The once press-shy Jenna Bush has emerged as a prominent, if quiet, partner in the African goodwill tour undertaken this week by her mother, first lady Laura Bush.
“She thinks that her presence is … important to let American kids her age, young people her age – as well as African girls her age – know that her generation is also committed,” the first lady told reporters on the plane that brought her and her daughter from Cape Town to Dar Es Salaam, Tanzania – where Jenna’s twin, Barbara, is volunteering at a hospital for young AIDS patients.
For her part, Jenna handed out gifts of pens, postcards of her pets, bookmarks and spiral notebooks to several children at a Catholic-run AIDS prevention and treatment center, the Associated Press reports.
Later, at a social services organization for the rural poor, Jenna snapped up beaded jewelry – two necklaces and a bracelet – made by Tanzanian women trying to support their families. She also mingled among children dancing, singing and Hula-Hooping for the first lady’s entourage and passed out more of her trinkets.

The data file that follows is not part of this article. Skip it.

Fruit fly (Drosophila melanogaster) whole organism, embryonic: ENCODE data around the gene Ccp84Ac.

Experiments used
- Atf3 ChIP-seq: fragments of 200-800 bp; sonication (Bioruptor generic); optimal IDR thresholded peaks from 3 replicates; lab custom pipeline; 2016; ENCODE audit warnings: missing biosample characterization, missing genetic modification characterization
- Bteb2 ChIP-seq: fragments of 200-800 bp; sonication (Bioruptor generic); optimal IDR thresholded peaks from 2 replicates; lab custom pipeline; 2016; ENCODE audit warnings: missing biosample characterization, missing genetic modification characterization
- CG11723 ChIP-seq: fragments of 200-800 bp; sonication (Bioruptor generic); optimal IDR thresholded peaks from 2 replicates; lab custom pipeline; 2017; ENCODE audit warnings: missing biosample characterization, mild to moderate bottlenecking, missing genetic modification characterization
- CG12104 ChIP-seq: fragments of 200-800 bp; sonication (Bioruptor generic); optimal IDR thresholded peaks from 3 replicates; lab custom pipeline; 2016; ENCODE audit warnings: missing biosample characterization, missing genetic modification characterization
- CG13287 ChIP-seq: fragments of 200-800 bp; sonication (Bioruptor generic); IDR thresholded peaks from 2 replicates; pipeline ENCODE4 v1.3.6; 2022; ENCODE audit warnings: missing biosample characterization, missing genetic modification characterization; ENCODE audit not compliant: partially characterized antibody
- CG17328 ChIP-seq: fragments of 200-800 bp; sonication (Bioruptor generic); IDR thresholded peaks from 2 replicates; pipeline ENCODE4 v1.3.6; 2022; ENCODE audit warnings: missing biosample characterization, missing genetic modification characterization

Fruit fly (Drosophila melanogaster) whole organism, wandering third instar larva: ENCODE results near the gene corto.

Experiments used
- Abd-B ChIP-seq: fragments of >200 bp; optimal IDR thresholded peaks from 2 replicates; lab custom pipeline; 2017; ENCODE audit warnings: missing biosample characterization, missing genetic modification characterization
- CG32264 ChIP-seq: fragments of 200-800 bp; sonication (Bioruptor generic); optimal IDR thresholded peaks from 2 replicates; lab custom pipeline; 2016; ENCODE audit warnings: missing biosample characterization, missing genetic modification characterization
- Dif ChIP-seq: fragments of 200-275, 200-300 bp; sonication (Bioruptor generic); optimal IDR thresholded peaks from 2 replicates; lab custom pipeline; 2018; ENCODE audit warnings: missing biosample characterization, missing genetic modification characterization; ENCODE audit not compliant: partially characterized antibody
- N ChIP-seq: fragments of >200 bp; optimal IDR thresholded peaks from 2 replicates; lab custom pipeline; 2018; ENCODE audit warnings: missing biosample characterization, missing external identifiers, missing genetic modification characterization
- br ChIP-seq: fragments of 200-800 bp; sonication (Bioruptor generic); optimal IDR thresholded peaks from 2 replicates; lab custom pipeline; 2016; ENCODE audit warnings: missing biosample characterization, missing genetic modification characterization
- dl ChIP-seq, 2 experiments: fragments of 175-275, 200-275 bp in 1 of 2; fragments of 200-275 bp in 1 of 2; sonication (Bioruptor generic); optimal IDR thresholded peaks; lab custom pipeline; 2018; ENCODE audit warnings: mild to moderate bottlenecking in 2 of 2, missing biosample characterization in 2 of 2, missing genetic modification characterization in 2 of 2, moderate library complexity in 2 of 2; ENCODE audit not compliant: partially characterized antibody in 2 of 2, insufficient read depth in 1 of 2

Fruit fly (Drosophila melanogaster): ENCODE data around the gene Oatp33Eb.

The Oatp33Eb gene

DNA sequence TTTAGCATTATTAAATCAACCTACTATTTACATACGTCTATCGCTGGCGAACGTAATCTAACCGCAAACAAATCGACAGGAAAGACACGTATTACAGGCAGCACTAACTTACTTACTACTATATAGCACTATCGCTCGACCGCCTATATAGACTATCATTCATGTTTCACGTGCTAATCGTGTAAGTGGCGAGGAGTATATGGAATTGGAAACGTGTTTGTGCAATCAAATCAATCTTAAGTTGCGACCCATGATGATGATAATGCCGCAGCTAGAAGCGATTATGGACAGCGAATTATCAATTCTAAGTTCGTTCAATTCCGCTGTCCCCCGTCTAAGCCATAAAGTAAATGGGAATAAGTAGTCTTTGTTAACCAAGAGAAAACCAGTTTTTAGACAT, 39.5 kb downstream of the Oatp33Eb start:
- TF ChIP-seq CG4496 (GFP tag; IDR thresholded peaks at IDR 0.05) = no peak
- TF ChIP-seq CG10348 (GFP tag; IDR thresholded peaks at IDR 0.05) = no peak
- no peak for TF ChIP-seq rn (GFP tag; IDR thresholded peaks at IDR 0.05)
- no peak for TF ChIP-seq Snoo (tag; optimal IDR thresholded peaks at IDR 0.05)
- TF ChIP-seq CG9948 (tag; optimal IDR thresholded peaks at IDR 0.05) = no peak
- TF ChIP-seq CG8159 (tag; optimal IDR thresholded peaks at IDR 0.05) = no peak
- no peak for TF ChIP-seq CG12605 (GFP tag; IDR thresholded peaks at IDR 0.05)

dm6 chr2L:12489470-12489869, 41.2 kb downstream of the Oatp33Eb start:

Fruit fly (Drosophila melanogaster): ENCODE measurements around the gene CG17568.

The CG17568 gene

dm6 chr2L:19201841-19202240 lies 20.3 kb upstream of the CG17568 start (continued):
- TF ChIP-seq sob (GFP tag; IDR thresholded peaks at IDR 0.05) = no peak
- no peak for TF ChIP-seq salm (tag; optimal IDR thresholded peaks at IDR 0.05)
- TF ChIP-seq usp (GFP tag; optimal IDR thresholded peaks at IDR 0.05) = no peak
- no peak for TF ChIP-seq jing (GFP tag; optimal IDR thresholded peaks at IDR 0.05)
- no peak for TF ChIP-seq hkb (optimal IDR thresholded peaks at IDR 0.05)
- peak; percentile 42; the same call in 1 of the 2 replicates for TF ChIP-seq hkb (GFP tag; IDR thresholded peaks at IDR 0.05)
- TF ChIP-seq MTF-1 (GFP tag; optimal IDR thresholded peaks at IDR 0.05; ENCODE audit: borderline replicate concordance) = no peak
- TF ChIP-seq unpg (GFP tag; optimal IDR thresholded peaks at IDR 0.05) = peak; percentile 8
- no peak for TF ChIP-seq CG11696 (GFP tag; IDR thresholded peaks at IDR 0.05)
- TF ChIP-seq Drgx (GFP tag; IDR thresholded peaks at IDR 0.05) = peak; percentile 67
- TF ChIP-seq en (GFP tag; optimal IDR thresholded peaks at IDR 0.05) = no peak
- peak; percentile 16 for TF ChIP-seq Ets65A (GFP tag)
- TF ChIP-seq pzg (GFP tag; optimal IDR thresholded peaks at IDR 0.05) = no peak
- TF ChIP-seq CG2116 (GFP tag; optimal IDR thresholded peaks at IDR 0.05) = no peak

The first lady said both her 23-year-old daughters, who graduated from college last year – Barbara from Yale and Jenna from the University of Texas – feel strongly about helping others.
“It is certainly part of the age. They’re idealistic and they wanted to help,” Mrs. Bush said. “But it’s a particularly American character and I admire that very much in my own girls and in the young people I’ve met around the country.”